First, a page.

In addition to the measure by Paraguay and Peru, the Permanent Council of the OAS has issued a statement on the “situation in Venezuela.”

With 19 votes in favor, 6 against, and 8 abstentions the Organization of American States approved the resolution condemning the swearing in of Nicolás Maduro and refused to recognize him as president of the South American country.

The member countries agreed to “not recognize the legitimacy” of Maduro’s mandate, and called for new elections to be held “soon in the future” with international observation. This means that for 19 countries that are part of the OAS, Maduro is no longer president.

It should be noted that the abstention of the Dominican Republic, Mexico, and El Salvador exposes the isolation of Maduro, who little by little has been losing international support, even from his socialist “friends.”

The reactions to the illegitimate swearing in of Maduro were not long in coming. Both Chile and the United States condemned the act as illegitimate.

The Chilean Foreign Minister, Roberto Ampuero, said that today is a “black day” for democracy in Venezuela.

The foreign minister reiterated that the Chilean government “does not recognize” Maduro and considered that the only democratically elected body in Venezuela is the National Assembly, in which the opposition enjoys a majority.

However, he stressed that his country will maintain relations with Venezuela at their current “low level”, a common policy among the countries of the Lima Group.

For its part, the US government announced that it will not recognize the “illegitimate takeover of the dictatorship” and will maintain its pressure on that “corrupt regime,” according to John Bolton, White House National Security Advisor.

Thus, Washington joins the European Union (EU) and the so-called Lima Group, consisting of Argentina, Brazil, Canada, Chile, Colombia, Costa Rica, Guatemala, Guyana, Honduras, Panama, Paraguay, Peru, and Saint Lucia , in repudiation of Maduro’s inauguration.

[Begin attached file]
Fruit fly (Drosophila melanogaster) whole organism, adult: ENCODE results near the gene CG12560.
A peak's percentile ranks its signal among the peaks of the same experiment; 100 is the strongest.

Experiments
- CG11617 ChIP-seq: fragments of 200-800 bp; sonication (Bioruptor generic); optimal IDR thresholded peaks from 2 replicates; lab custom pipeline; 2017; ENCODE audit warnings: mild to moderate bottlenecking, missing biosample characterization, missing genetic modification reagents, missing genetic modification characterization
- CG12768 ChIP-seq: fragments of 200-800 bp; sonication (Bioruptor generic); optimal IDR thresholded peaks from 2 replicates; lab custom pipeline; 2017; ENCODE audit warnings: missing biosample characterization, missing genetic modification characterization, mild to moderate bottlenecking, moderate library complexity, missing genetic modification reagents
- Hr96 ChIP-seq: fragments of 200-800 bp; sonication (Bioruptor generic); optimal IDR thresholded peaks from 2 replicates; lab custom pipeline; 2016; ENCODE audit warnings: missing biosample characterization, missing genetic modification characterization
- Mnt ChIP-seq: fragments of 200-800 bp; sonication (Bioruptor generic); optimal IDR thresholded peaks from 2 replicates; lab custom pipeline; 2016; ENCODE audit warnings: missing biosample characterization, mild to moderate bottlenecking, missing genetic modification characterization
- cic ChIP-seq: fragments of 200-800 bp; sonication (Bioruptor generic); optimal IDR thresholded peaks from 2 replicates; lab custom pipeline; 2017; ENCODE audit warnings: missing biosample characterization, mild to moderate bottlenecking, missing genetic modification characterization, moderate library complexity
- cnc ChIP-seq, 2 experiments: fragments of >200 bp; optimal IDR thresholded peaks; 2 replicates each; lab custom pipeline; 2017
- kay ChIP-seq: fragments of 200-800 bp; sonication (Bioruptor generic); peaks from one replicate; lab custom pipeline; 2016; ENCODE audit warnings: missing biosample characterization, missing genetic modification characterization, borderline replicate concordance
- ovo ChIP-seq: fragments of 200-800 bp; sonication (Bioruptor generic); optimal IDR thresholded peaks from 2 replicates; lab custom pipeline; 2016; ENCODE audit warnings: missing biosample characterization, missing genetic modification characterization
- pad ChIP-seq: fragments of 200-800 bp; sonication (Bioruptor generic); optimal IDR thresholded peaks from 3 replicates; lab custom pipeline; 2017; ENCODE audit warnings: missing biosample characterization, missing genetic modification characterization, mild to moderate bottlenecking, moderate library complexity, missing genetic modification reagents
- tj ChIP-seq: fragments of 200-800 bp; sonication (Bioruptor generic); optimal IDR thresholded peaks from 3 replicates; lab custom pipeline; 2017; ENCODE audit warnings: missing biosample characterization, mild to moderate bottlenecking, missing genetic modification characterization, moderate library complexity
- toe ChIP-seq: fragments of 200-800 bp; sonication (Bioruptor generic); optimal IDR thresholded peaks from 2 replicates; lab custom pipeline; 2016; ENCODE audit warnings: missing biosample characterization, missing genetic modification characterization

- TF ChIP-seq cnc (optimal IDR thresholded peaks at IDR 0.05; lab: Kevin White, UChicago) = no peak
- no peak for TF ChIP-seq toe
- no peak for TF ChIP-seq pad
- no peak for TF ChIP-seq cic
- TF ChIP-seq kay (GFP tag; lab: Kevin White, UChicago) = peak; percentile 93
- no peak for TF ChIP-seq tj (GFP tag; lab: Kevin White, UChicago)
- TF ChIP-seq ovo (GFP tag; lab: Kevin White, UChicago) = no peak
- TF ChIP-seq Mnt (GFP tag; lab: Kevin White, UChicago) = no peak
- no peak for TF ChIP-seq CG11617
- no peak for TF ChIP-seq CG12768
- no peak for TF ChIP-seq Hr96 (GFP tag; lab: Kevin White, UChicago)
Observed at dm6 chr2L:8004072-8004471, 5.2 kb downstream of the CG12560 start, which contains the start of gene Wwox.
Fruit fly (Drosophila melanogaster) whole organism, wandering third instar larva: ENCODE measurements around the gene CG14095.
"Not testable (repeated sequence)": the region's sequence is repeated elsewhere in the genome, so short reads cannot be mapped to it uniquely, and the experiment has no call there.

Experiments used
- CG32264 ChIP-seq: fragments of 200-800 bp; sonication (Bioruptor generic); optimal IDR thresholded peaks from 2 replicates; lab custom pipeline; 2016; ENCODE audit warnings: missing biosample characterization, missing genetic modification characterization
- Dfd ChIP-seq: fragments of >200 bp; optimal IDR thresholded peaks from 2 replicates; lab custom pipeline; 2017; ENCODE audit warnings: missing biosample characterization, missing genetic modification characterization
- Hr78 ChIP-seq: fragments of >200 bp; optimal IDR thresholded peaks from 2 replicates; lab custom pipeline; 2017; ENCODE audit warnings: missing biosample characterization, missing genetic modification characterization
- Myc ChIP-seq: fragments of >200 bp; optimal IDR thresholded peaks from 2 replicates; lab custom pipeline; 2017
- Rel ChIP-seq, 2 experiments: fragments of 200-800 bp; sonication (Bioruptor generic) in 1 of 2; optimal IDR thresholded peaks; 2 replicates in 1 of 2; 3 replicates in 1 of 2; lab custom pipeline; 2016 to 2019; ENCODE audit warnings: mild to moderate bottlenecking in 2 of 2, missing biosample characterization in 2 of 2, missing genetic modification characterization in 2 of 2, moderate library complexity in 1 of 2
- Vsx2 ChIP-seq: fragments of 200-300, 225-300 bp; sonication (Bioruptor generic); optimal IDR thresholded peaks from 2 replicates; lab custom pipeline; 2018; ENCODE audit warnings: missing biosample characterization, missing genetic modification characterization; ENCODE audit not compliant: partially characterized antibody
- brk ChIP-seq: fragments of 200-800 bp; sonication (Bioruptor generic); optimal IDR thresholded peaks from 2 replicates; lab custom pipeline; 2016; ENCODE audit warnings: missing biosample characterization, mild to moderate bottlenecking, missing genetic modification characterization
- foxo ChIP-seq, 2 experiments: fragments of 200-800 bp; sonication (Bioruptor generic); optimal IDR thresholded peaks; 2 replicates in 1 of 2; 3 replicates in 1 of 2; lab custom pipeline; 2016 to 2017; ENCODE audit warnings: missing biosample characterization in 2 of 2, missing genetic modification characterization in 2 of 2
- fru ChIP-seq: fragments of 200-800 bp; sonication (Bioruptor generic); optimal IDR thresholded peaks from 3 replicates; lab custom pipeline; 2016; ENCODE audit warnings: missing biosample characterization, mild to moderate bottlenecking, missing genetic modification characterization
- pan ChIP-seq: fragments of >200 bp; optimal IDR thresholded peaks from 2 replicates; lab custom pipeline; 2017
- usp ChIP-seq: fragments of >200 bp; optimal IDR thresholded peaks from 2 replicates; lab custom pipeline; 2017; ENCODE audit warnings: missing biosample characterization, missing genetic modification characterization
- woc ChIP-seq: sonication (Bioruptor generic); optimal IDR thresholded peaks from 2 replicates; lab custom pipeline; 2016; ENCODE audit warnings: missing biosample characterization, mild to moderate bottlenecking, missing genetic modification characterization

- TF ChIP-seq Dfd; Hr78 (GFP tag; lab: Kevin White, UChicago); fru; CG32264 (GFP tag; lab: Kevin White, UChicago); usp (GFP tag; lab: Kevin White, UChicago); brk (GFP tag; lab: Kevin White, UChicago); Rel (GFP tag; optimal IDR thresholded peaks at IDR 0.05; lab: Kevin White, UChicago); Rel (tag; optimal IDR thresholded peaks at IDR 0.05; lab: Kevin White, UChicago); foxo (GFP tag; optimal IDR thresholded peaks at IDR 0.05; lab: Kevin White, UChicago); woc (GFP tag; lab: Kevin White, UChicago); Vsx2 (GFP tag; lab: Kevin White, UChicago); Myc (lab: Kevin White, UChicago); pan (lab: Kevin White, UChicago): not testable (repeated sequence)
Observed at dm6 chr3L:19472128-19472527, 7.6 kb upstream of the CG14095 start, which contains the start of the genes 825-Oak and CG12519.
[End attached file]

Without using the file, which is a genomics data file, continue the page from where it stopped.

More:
In theory, if international actions are coherent and governments do not recognize Nicolás Maduro as president, after January 10 Maduro should lose the diplomatic immunity he holds.

If before there was some vestige to pretend to believe in democracy in Venezuela, as of this January 10, the reality is clear. Maduro stole the presidential elections and is now assuming de facto power.

Since Maduro took office, the dictatorship in Venezuela has trampled the Constitution creating the Chavista National Constituent Assembly (ANC), annulled the National Assembly, appointed judges of the Supreme Court of Justice (TSJ), and led electoral frauds; so Maduro has been a de facto president since he assumed power after the death of Hugo Chávez.

As MEP Beatriz Becerra wrote on Twitter: “Venezuela has not been a democracy for a long time, but today, January 10, the tyrant Maduro takes a step towards the totalitarian one-party dictatorship: he takes over the presidency, to which he was not legitimately elected.”

Another example of his complete tyranny is the proposal made on Tuesday, January 8, by the Chavista ANC: dissolve the Venezuelan National Assembly, and arrest those who support the Lima Group with prison.

“Let’s evaluate the possibility, that this Assembly be dissolved, that this year we will call and convene an election for the National Assembly,” said Gerardo Márquez, a member of the Assembly.

Now, opposition MPs will be investigated for treason to the country.

Diosdado Cabello, president of the illegitimate ANC, ordered the Supreme Court and the Prosecutor’s Office to begin the process, which could result in sentences of up to 30 years in prison if the legislators are stripped of their immunity.